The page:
Will Lynch comments on the fact that Shanghai is very different now. Also has some words for American "pacifists". After the war he married a retired teacher from America he had met when she was touring with other teachers. Was this her?? Roselyn
February 26, 1942. Thursday. 81st Day.
Cloudy and chilly, but February is about finished so there'll likely be no more long cold periods.
No good news yet. Radio and local papers claim Axis Powers, including Japanese, continue winning.
Beat Brookhart 3-0 at rummy. J.B.S. won 1-0.
This old town sure has slowed down. Very few motor cars. Travel is by foot, bicycle or trams. Gasoline is "few". No foreign shipping. Japs have taken over about all Settlement Municipal jobs; also Customs job.
Hey Ho. Wot a mess!
February 27, 1942. Friday. 82nd Day.
Sunny and warmer.
News is not good. Seems Los Angeles had enemy airplane scare. Wonder what the Isolationists and Pacifists think now, especially a certain teacher tourist, who in 1938 told me I should return to U.S.A. and "get in touch" when I told her, when viewing devastated Shanghai, that "If you Pacifists had your way, we in the U.S.A. would be herded, as were the Chinese here".
Had tea with Pauline Meyers. She has a husband in U.S.A.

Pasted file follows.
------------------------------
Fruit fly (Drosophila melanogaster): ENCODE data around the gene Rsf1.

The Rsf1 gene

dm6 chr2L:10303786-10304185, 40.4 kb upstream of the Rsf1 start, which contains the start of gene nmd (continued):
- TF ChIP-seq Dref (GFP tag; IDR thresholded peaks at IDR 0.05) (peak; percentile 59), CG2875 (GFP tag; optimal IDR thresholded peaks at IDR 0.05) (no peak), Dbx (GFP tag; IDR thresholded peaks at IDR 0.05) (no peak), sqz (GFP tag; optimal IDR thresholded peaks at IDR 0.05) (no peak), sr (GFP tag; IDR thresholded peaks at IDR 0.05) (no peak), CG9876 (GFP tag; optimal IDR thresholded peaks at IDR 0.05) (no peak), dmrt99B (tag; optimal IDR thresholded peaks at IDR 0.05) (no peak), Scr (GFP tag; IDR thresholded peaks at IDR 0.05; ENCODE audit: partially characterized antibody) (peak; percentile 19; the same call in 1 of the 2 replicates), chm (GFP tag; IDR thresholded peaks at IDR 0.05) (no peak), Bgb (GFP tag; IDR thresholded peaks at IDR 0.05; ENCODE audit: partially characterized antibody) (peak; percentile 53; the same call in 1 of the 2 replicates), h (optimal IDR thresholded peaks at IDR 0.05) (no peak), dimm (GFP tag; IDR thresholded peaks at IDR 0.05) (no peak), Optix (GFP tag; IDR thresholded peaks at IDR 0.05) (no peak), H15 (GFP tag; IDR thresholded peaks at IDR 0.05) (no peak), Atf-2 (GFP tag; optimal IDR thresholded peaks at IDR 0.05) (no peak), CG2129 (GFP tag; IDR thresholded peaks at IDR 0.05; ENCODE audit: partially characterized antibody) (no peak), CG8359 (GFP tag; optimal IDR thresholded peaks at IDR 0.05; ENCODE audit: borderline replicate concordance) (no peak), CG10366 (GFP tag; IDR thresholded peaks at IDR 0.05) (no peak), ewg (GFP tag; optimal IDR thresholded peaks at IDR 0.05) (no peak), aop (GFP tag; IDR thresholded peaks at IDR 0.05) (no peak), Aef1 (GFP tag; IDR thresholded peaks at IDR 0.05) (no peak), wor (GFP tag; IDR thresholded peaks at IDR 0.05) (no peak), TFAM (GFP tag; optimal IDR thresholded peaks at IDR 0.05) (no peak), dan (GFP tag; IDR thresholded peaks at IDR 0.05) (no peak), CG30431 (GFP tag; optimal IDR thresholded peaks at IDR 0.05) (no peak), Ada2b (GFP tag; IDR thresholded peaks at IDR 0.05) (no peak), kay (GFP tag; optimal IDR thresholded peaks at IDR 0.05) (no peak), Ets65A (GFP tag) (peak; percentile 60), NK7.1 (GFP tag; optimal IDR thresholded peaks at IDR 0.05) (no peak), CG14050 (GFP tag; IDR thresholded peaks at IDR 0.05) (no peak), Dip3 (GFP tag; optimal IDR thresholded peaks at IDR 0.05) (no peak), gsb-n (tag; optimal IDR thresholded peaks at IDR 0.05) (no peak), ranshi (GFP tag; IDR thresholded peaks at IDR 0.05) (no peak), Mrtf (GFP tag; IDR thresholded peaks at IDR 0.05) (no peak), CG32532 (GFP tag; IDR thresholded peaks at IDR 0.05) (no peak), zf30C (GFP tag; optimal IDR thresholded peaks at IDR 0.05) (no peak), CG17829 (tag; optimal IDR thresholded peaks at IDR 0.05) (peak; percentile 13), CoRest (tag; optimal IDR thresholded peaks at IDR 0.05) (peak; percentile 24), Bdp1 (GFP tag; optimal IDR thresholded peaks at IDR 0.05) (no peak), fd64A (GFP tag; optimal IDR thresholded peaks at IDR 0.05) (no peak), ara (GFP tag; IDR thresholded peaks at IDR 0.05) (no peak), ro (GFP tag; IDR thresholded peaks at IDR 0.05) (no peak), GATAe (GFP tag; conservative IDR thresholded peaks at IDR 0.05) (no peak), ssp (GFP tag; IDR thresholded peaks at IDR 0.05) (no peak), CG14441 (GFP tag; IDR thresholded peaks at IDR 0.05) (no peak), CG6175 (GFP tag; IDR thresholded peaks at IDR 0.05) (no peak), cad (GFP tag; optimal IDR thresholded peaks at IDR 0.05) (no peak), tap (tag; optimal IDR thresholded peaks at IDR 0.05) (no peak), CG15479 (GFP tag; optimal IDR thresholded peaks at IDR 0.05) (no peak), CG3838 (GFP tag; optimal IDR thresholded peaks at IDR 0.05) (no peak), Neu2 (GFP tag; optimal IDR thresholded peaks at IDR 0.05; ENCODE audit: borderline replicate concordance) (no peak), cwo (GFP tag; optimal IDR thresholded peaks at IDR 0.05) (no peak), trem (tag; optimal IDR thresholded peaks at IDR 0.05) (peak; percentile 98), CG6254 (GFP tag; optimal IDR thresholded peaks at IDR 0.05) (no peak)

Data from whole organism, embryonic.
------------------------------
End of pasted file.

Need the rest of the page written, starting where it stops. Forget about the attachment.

Beat Mr. Groves 4-1 at cribbage. Lost acey-deucy 2-0 to Mr. Lockhart. Tied rummy 1-1 with J.B.S.
No news re repatriation.
Introduction to Lynch Clan
My Lynch ancestors from Ireland came to America in 1848. The group included my Grandfather James Lynch and his five siblings, ages 10 to 18, who sailed without their parents to New York City. Soon they were living in a tenement house in Massachusetts working in a textile mill. From there they gradually migrated west. This blog will contain information gathered by my mother, Hazel Lynch Skonberg from her father, giving details of the trip over and life in America. There is also a diary written by his son, Will Lynch, who was with the American Consular Service of the State Department, and was taken hostage on Dec. 8, 1941, by the Japanese Army who had captured Shanghai that day. I hope you enjoy this blog about the James Lynch family in America.
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